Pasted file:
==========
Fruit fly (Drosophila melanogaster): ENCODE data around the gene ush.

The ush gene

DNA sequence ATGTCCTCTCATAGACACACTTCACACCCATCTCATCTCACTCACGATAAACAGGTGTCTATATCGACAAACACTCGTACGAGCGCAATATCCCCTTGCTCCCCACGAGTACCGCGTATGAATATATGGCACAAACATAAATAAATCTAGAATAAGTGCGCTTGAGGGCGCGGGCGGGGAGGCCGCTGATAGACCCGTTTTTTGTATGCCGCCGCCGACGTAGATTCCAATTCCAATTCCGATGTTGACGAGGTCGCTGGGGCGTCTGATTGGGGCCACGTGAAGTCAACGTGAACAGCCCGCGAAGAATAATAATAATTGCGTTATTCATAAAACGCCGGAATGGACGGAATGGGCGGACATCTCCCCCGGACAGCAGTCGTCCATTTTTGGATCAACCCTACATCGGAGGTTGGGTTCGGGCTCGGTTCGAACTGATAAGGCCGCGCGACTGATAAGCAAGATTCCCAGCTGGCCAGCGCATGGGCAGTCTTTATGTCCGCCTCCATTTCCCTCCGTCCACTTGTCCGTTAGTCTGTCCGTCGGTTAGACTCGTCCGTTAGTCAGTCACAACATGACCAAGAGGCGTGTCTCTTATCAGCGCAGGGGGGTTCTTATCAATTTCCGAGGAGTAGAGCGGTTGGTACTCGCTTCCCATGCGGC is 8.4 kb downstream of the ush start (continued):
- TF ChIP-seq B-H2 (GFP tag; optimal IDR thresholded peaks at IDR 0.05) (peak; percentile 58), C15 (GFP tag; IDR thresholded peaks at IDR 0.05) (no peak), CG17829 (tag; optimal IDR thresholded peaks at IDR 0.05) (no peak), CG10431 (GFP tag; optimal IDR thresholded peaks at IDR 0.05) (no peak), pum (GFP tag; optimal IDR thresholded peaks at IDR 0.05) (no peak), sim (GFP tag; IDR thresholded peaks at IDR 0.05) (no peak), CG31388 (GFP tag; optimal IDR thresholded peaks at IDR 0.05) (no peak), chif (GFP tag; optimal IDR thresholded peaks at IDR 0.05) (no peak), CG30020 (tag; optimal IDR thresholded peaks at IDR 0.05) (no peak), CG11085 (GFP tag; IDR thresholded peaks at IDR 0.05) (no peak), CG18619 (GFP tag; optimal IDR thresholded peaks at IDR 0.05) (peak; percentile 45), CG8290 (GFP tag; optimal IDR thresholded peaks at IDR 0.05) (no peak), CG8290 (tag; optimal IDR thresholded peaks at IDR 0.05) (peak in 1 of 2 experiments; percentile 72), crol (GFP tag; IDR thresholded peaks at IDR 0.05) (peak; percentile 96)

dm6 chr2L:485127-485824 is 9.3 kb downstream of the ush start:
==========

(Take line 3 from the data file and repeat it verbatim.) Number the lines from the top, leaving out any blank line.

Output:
DNA sequence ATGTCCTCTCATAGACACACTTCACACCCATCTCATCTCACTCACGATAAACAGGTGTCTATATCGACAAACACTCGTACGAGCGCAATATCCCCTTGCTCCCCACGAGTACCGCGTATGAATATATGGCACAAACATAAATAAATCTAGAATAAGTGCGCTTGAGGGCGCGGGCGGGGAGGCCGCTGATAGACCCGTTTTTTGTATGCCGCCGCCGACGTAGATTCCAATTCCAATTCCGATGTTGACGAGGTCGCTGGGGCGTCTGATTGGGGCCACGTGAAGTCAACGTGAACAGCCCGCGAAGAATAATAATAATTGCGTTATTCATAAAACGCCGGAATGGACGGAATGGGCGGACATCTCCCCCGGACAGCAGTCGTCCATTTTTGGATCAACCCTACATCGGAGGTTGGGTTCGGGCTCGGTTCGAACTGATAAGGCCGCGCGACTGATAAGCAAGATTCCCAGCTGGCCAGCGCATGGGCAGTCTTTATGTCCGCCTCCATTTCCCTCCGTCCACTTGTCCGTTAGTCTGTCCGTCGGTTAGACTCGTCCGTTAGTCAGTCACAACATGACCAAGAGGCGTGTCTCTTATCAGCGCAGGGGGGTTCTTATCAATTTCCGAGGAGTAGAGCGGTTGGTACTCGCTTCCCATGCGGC is 8.4 kb downstream of the ush start (continued):